Torben, an ex-alcoholic estranged from his family, lives alone and spends most of his time obsessed with soccer. When he’s not watching old game footage at home, he’s a referee at his neighborhood club league games, where he’s stern, tough and no-nonsense, as hard on the players as he is on himself.
But one day he notices a young girl in the neighborhood named Nikoline playing soccer by herself late in the evening, seemingly on her own. When she knocks on his door one night, looking for food and company, they develop a bond, looking out for one another and eventually becoming friends.
But when Niko’s alcoholic and absentee father confronts Torben, it forces Torben to look at his own past regrets and actions — and find a way to heal them going forward into the future.
Writer-director Jesper Quistgaard, along with co-writer Nicklas Clark, has crafted an absorbing drama about fathers and their relationships with their children. Distinguished by excellent acting, insightful writing, responsive camerawork and an approach that honors its characters and their struggles, it offers a story about love, redemption and what it really means to grapple with regret.
The film is on the longer side for a short, but it painstakingly constructs Torben’s life and character, showing us the lonely tenor of his life, his cantankerous and abrasive personality and his personal struggles to avoid his past demons. The writing is resolutely character-centered, and patiently builds up the details of his life and character.
The film also takes its time to build his growing bond with neighborhood child Nikoline carefully, and the relationship has a rich arc. Through their relationship, the audience has a conduit through which we can delve deeper underneath Torben’s gruff, harsh exterior and discover the deep well of sadness he carries within him, particularly regarding the estranged relationship with his own son.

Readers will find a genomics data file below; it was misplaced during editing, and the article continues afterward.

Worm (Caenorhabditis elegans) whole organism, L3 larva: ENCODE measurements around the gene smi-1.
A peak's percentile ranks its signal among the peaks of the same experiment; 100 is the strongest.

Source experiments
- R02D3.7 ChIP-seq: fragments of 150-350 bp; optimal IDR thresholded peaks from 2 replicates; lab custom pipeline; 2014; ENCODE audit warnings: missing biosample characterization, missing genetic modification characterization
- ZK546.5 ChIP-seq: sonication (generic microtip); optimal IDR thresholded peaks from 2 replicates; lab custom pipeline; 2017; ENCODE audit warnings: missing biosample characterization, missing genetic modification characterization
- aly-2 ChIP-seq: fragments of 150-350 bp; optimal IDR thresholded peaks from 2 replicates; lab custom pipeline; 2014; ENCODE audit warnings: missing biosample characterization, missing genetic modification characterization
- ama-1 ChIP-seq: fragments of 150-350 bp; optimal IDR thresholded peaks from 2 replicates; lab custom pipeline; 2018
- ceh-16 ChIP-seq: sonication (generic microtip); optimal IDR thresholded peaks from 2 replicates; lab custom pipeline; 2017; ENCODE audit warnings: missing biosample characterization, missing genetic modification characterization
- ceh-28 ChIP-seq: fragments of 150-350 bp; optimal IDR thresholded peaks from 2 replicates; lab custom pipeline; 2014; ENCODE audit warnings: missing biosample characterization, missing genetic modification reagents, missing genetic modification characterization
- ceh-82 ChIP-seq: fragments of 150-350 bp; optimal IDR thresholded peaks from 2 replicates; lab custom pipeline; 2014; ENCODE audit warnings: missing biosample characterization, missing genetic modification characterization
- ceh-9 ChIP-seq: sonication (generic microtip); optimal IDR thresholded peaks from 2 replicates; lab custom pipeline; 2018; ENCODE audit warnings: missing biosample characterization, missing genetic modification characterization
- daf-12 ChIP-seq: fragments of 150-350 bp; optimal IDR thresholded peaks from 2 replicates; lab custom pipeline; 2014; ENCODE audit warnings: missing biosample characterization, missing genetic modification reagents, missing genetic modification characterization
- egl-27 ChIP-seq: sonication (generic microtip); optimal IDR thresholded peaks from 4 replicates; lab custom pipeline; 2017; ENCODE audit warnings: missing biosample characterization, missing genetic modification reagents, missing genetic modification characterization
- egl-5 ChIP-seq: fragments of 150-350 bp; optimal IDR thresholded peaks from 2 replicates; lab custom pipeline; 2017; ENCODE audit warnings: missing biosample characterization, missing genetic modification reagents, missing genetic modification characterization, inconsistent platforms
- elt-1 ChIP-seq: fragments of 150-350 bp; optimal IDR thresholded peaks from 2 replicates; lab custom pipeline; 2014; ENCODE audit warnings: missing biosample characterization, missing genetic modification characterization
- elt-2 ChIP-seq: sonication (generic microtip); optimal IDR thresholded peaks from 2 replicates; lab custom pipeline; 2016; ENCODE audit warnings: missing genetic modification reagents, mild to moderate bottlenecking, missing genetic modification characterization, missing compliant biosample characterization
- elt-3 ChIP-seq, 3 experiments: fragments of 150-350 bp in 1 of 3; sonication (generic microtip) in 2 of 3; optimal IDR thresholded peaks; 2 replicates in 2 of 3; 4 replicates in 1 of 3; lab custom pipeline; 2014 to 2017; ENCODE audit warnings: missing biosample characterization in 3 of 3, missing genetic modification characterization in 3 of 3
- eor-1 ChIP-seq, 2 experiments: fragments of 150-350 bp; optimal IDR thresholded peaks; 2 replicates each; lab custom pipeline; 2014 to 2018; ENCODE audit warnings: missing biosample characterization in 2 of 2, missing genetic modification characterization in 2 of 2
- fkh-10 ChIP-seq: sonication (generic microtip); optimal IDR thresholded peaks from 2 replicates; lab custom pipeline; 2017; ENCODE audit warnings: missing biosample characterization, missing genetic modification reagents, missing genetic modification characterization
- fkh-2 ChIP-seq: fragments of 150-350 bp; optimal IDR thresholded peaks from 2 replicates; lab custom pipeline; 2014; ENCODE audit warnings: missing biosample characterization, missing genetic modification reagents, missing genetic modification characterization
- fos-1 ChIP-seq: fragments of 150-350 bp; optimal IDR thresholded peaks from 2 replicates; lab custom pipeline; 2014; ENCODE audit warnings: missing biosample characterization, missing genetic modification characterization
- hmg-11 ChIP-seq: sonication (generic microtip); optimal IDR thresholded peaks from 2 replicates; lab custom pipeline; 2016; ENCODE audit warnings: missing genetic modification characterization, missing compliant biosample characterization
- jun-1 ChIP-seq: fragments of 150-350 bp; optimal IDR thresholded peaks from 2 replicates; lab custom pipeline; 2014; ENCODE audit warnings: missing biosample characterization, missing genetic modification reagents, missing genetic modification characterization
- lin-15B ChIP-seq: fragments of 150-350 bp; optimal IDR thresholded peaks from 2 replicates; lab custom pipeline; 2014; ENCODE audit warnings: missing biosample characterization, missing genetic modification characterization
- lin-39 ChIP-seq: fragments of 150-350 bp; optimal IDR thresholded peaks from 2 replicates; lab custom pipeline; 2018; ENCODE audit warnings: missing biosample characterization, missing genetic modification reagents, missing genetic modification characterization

With such a rich, intimate character-focused approach to storytelling, acting is key, and the film rests on a phenomenal central performance by veteran Danish actor Kristian Halken, who captures both Torben’s hardened, cynical outer shell and his inner well of struggle. In many ways Torben is actually quite funny, but his harsh sarcasm and lack of tact push people away, and it becomes easy to see how such an approach isolates him.
But as an actor, Halken is also not afraid to be vulnerable as well, offering glimpses into the genuine store of regrets Torben tries to keep at arm’s length. Once he develops a fatherly sense of protection for Nikoline — played with great naturalness by Esther Vrist Pedersen — he opens up, and their scenes together are often quite touching to watch. It becomes easy to see why the bond softens Torben up enough for him to confront his past, leading to both a confrontation full of aching emotion and a heartwarming end.
Some may find the beginning of “The Referee” slow, especially modern audiences accustomed to fast-paced storytelling. But the slow and patient approach is deeply rewarding here, and as a result, viewers will feel as if they truly know, understand and care about Torben by the film’s end. The film asks its audience to invest the attention and patience that Torben must learn to give in his own life. But as a result, both audience and character are rewarded with an experience — and a cherished bond with another — full of meaning, hope and genuine connection.